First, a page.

The new Sheikh Khalifa Medical City in Abu Dhabi is slated to begin construction in 2013 and will provide advanced medical care in the heart of the city. Envisioned as a sustainable city within a city, the new hospital will feature strategies to cope with the intense desert climate to create a welcoming and pleasant atmosphere for patients and visitors. The SOM-designed hospital is aiming for a Two Pearl rating under the Estidama guidelines for sustainable design, which is equivalent to a LEED Gold certification.
The Sheikh Khalifa Medical City is being designed by SOM for the SEHA, the Abu Dhabi Health Service company. The new eco hospital will rise up on the site of the existing facility, which will undergo a phased demolition and reconstruction. Envisioned as a city within a city, the bustling facility will become a vibrant and welcoming space for patients and visitors. Integrating both historical and regional precedents, the medical center will make use of state of the art technologies along with local heritage of the UAE to build a space that responds to its desert environment.
SKMC will combine a general hospital with a level-one trauma center and women’s and pediatric hospitals. Built upon a heavy two-story stone plinth, the hospital’s main circulation corridor will be home to a network of gardens that also serve to unify the bed towers that rise above. The lower floors will house the adult and pediatric emergency departments, the women´s urgent care center, outpatient departments, inpatient and day surgery, intensive care units and related functions. At the heart of the hospital is the vibrant “town center” comprised of lobbies cafes, retail and education spaces. Overall, the goal is to create a space that is welcoming, pleasant and improves the patient experience.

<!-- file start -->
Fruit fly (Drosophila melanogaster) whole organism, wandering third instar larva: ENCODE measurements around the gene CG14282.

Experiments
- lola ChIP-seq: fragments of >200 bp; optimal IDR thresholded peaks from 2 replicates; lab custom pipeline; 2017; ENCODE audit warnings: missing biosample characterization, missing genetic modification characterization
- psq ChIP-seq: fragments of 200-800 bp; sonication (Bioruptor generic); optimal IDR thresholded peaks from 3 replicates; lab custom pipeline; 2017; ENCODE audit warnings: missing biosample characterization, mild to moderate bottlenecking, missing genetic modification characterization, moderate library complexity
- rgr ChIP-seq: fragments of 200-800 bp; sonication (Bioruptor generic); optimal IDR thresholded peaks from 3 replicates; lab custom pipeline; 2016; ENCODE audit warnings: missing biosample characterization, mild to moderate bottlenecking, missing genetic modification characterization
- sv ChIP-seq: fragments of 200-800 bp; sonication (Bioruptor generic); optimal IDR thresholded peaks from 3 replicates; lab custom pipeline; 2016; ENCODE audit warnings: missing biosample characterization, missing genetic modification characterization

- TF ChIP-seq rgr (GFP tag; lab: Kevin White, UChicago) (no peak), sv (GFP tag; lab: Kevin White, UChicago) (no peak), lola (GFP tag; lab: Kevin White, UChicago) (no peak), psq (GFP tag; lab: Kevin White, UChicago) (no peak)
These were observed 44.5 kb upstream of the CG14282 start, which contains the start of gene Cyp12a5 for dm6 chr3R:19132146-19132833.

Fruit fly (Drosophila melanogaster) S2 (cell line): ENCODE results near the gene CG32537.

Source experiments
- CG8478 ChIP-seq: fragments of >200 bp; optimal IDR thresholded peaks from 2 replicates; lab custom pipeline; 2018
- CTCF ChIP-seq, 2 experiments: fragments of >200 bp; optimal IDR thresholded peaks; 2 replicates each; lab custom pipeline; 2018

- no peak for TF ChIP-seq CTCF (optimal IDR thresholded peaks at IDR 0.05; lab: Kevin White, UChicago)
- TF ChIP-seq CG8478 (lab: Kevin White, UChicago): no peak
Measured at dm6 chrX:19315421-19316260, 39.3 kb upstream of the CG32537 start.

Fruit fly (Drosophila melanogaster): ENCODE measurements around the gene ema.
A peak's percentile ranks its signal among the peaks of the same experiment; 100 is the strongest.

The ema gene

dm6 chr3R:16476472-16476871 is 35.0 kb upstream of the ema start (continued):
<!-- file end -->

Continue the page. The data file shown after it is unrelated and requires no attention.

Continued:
As for sustainability, the project is aiming for a Two Pearl rating under the Estidama guidelines for sustainable design. Regional concepts are combined with high efficiency systems to mitigate the extreme temperatures of the desert climate. Rooftop solar collectors and simple fabric scrims will shade the main garden level, which is lush with vegetation to create a cooler microclimate. Natural daylighting, ventilation and sun shading will all work in conjunction to passively improve the conditions of the space. Hanging gardens, public courtyards, and terraces will infuse nature into the space. Phased construction of the 2.5 million sq ft. medical complex will begin in 2013.
Images © SOM/L’Autre Image